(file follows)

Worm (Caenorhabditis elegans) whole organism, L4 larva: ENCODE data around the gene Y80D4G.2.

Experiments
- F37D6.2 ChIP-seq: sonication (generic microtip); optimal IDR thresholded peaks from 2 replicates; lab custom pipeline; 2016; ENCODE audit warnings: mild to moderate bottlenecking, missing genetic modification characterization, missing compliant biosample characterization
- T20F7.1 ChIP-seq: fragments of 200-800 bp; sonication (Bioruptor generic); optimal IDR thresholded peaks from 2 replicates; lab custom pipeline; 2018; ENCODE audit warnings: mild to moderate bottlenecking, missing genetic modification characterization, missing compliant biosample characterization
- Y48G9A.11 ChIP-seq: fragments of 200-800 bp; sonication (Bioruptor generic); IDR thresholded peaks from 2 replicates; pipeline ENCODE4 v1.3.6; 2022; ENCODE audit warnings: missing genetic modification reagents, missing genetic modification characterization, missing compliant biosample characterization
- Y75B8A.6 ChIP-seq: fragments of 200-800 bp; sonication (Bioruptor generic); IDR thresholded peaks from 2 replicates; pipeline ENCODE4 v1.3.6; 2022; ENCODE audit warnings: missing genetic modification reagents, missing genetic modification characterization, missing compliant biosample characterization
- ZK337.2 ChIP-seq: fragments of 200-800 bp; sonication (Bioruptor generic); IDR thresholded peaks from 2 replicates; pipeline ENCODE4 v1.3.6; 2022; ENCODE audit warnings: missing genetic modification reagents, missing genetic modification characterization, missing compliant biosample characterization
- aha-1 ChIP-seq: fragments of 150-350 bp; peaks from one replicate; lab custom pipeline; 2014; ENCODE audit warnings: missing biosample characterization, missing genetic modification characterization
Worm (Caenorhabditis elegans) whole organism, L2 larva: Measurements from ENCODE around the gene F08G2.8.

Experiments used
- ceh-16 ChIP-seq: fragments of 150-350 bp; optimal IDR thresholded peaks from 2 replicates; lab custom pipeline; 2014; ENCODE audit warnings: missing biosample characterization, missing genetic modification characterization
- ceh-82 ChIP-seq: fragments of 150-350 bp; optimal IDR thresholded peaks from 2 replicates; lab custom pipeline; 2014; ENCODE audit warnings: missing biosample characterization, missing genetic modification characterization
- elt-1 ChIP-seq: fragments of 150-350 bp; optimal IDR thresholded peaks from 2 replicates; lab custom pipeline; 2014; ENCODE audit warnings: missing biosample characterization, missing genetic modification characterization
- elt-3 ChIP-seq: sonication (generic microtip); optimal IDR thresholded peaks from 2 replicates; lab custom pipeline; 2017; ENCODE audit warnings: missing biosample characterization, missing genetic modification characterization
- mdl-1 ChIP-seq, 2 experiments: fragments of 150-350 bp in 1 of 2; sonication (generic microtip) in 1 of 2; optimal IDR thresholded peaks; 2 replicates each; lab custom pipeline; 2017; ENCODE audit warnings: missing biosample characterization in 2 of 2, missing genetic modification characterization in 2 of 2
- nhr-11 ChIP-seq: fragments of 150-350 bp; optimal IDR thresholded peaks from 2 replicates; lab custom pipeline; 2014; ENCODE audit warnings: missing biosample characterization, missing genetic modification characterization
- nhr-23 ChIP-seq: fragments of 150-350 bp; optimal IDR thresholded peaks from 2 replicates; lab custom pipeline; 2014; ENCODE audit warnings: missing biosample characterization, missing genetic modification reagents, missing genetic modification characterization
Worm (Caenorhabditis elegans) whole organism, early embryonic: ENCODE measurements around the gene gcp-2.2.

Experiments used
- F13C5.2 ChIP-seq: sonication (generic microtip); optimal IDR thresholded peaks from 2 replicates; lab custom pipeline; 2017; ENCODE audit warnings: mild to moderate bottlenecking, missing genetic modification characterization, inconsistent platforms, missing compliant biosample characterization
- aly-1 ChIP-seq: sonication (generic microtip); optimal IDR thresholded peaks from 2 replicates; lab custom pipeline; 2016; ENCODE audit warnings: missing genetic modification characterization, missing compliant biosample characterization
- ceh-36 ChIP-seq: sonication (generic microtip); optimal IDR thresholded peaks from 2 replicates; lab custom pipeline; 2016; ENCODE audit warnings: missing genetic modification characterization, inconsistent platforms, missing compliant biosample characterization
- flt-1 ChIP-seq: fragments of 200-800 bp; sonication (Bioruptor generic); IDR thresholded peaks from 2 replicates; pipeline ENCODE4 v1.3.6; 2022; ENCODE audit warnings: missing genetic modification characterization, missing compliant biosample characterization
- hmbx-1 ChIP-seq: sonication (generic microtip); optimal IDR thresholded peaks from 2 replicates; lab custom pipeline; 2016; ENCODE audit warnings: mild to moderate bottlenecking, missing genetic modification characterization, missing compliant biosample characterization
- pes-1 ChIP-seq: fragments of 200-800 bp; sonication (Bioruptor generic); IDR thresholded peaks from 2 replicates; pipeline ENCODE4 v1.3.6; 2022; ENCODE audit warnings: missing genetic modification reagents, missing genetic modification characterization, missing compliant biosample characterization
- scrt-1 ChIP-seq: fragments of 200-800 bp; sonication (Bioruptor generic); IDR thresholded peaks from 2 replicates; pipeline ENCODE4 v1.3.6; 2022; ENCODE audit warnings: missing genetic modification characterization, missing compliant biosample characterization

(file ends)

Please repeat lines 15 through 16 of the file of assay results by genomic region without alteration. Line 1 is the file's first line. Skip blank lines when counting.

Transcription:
- mdl-1 ChIP-seq, 2 experiments: fragments of 150-350 bp in 1 of 2; sonication (generic microtip) in 1 of 2; optimal IDR thresholded peaks; 2 replicates each; lab custom pipeline; 2017; ENCODE audit warnings: missing biosample characterization in 2 of 2, missing genetic modification characterization in 2 of 2
- nhr-11 ChIP-seq: fragments of 150-350 bp; optimal IDR thresholded peaks from 2 replicates; lab custom pipeline; 2014; ENCODE audit warnings: missing biosample characterization, missing genetic modification characterization